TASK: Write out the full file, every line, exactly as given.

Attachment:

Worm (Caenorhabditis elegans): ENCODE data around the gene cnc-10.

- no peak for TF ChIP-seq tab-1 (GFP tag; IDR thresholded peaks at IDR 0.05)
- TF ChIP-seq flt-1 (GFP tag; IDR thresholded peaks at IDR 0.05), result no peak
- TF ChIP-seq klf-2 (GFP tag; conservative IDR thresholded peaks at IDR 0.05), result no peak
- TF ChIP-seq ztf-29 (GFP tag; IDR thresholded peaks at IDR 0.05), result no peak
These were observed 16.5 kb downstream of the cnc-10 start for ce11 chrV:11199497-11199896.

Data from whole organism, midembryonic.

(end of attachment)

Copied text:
Worm (Caenorhabditis elegans): ENCODE data around the gene cnc-10.

- no peak for TF ChIP-seq tab-1 (GFP tag; IDR thresholded peaks at IDR 0.05)
- TF ChIP-seq flt-1 (GFP tag; IDR thresholded peaks at IDR 0.05), result no peak
- TF ChIP-seq klf-2 (GFP tag; conservative IDR thresholded peaks at IDR 0.05), result no peak
- TF ChIP-seq ztf-29 (GFP tag; IDR thresholded peaks at IDR 0.05), result no peak
These were observed 16.5 kb downstream of the cnc-10 start for ce11 chrV:11199497-11199896.

Data from whole organism, midembryonic.